Like the Wrangler, every Bronco comes standard with four-wheel wheel drive. But unlike the Wrangler, every Bronco can also be equipped with high-end options like locking differentials, Bilstein shocks, and 35-inch tires, courtesy of the Sasquatch Package. Drivers can also upgrade their Base trim Bronco from the 2.3-liter engine to the 2.7-liter V6 for more power or armor their ride with a heavy-duty modular bumper and steel bash plates. With the Bronco, you can build the exact vehicle you need without having to take your new purchase straight to your local custom shop to spend even more money.
The Bronco's many wheel and tire options drastically impact its approach, departure, and breakover angles, which is extremely important when crawling over rocks and rugged terrain. When equipped with the 30-inch all-season tires, which come standard on the Base, the Bronco offers a minimum approach angle of 35.5 degrees. However, when outfitted with the Sasquatch package, the Bronco is equipped with 35-inch mud-terrain tires that increase this approach angle to 43.2 degrees, which is in sharp contrast to the Wrangler's 41.4-degree approach angle. The smaller, 30-inch tires give the Bronco a 29.8-degree departure angle, while the larger, 35-inch tires extend this angle to a best-in-class rating of 37.2 degrees, once again overshadowing the Wrangler's 35.9-degree departure angle.
When it comes to ground clearance, the Bronco with the Sasquatch Package pushes the Ford ahead of the Wrangler with 11.6 inches of ground clearance compared to the Rubicon at 10.8 inches. This best-in-class rating makes a significant difference on the trail when it comes to crossing bodies of water and crawling over rocks. Speaking of water, the Bronco also stays drier than the Wrangler, with the Sasquatch offering best-in-class water fording capability of 33.5 inches compared to the Wrangler that can only handle water up to 30 inches.
Even though the Bronco and Wrangler are both built for rugged adventures, modern vehicles need to ensure that drivers have all the technology they need at their fingertips. With the Wrangler offering only the basics, the Bronco takes the lead in the technology race thanks to its innovation. That innovation begins with the Bronco's standard 8.0-inch SYNC 4 infotainment system that can be upgraded to a 12.0-inch screen, which simply overwhelms the Wrangler's standard 5.0-inch Uconnect 3 system as well as the available 7.0-inch and 8.4-inch upgrades.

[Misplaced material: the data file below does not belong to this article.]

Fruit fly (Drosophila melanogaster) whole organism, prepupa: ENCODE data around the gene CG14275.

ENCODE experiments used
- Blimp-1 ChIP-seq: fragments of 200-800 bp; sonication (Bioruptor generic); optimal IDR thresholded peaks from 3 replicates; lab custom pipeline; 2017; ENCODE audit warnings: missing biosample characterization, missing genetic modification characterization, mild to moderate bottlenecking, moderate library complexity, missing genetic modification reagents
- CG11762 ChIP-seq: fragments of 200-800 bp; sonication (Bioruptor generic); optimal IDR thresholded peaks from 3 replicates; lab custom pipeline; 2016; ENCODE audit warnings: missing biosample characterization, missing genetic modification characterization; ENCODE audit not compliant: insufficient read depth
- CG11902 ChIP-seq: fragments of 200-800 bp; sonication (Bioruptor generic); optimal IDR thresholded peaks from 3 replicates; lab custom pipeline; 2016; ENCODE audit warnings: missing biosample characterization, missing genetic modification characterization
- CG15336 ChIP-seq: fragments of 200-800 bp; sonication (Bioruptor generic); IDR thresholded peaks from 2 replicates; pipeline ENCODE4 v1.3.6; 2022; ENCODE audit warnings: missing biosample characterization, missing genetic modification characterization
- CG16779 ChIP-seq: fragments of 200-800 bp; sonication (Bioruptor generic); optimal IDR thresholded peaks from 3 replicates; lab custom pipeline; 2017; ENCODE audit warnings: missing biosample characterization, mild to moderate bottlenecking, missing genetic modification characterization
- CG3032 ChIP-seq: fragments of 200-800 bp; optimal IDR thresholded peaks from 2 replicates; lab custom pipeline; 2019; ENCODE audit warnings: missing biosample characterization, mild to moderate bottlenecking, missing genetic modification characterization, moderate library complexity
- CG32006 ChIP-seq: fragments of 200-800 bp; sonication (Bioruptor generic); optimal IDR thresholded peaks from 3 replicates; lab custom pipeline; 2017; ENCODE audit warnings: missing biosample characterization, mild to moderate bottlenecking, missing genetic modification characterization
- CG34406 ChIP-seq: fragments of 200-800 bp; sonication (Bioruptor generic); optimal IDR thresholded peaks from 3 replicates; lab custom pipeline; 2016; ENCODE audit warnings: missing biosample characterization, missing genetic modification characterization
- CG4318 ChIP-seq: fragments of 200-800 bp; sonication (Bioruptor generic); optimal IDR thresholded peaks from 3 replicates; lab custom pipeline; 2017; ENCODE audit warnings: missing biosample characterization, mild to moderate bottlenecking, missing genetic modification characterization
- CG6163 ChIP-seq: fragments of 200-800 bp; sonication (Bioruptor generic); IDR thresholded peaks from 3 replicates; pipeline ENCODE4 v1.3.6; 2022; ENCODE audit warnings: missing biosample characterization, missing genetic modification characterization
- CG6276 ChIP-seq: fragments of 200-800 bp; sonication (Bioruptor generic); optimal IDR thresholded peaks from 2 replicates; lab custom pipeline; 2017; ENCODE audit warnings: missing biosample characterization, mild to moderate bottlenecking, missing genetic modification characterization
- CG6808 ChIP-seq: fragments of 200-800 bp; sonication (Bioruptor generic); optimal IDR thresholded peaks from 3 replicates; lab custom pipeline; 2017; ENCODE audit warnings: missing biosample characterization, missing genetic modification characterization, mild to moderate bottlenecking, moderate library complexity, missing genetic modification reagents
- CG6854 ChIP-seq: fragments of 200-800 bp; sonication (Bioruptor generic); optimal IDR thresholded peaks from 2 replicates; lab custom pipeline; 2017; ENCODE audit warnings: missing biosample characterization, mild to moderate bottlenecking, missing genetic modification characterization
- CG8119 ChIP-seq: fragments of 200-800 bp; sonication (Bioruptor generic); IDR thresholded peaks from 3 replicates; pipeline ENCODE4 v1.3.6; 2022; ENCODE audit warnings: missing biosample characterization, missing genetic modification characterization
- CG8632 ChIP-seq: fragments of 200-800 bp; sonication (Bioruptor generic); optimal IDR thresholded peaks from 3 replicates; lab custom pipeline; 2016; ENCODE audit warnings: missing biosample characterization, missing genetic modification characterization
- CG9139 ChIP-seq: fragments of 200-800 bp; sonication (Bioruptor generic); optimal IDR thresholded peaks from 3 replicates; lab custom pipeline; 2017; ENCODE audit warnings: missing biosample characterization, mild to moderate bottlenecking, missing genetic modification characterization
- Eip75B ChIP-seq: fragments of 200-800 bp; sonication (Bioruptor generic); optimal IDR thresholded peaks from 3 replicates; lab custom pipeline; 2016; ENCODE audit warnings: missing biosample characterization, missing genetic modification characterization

Much like how Ford gives drivers the option to outfit the Bronco with the perfect tires and off-road components for their needs, the Bronco's various trims give drivers plenty of options when it comes to tech, convenience, and comfort. All models are equipped with the Terrain Management System with its multiple G.O.A.T. (Goes Over Any Type of Terrain) Modes that allow drivers to adjust the drive mode to match the environment. Available modes include Sand, Slippery, Sport, Eco, Normal, Baja, Mud/Ruts, and Rock Crawl.
The Bronco is also equipped with Trail Control and Trail Turn Assist. Trail Control is the equivalent of cruise control for the trail and allows drivers to focus on steering while the Bronco maintains a constant speed. Trail Turn Assist reduces the Bronco's turning radius by applying the brakes to the inside rear wheel to help the Bronco navigate tight corners at low speeds.
The Wrangler's tech features include options like Selec-Speed Control that manages the Wrangler's speed in 4LO and tools like Selectable Tire Fill Control that eliminates the guesswork out of filling up and airing down the tires. There's also an Off-Road+ Button that adjusts the throttle and traction to enhance performance; however, this feature only comes standard on the Rubicon while the Bronco's G.O.A.T. Modes that are standard on every trim.
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Based on model year EPA mileage ratings. Use for comparison purposes only. Your actual mileage will vary depending on how you drive and maintain your vehicle.